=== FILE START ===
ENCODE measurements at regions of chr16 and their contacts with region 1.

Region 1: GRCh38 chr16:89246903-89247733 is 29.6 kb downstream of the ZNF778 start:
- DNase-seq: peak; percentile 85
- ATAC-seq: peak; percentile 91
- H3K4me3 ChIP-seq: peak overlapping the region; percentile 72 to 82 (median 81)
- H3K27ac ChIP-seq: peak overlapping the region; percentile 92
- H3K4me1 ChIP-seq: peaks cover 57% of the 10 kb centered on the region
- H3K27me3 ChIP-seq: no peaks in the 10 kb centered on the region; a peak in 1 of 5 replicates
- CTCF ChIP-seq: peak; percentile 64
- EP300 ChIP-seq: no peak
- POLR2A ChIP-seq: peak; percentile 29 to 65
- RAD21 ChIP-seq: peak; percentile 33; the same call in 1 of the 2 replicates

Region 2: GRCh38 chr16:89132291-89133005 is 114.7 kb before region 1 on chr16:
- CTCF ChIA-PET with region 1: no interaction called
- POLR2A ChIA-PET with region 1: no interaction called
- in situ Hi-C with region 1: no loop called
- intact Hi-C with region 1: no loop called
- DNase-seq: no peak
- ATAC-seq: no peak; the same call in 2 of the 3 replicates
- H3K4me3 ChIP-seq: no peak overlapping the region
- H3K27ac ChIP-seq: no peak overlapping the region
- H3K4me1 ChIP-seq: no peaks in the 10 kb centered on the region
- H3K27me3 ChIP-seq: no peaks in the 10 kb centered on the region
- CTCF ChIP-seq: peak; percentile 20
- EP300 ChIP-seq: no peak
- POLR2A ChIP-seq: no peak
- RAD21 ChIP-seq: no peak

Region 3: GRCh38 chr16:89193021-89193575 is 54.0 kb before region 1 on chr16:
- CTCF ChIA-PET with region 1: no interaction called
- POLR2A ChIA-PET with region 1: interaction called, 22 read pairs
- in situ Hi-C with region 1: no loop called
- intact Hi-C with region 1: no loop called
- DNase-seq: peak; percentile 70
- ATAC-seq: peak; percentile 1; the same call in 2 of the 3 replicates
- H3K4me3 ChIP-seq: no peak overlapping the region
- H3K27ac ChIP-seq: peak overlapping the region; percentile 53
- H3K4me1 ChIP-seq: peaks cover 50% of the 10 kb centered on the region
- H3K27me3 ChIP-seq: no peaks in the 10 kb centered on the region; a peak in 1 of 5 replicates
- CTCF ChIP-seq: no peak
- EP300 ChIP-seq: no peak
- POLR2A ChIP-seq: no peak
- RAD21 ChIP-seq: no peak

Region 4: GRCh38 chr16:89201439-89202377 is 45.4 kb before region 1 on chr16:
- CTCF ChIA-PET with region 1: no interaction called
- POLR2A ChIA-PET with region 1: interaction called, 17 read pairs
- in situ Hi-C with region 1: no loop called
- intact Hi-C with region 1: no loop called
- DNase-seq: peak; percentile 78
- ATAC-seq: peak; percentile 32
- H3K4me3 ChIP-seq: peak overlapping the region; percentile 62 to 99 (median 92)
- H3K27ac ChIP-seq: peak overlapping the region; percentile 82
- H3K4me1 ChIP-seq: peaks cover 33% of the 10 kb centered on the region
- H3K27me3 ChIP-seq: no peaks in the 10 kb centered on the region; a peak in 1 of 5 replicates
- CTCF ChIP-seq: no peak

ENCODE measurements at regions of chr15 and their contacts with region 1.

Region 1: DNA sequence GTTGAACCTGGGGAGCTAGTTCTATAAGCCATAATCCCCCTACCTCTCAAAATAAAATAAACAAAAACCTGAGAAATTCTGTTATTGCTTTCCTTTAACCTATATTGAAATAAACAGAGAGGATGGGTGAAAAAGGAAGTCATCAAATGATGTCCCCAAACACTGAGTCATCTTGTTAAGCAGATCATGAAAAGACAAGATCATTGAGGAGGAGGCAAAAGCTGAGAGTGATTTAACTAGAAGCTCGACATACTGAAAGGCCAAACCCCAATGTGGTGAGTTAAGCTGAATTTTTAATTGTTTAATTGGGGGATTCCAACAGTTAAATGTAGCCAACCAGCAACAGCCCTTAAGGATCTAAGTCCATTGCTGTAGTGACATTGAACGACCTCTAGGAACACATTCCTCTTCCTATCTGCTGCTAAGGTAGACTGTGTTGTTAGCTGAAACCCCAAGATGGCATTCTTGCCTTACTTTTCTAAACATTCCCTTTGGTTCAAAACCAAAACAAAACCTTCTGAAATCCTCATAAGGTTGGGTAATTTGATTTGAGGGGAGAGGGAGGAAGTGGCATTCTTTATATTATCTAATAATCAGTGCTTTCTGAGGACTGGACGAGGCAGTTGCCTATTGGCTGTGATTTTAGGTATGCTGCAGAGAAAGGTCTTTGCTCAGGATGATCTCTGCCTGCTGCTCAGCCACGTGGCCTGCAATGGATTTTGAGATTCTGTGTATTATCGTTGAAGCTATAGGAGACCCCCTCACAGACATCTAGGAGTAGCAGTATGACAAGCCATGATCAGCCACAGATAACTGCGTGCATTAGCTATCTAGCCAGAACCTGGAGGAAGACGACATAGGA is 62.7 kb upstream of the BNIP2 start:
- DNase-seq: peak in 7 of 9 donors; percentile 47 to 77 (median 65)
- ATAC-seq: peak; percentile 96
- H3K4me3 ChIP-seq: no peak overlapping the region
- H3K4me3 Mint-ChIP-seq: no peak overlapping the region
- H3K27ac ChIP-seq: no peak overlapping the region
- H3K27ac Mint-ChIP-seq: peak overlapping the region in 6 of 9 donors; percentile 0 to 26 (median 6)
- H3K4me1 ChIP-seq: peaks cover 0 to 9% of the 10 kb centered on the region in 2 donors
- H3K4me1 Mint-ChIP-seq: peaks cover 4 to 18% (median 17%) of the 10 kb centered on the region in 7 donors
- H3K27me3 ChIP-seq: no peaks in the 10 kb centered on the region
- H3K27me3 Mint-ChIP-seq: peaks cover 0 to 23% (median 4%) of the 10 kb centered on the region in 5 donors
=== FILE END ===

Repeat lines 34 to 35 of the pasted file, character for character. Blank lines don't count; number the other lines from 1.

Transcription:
- ATAC-seq: peak; percentile 1; the same call in 2 of the 3 replicates
- H3K4me3 ChIP-seq: no peak overlapping the region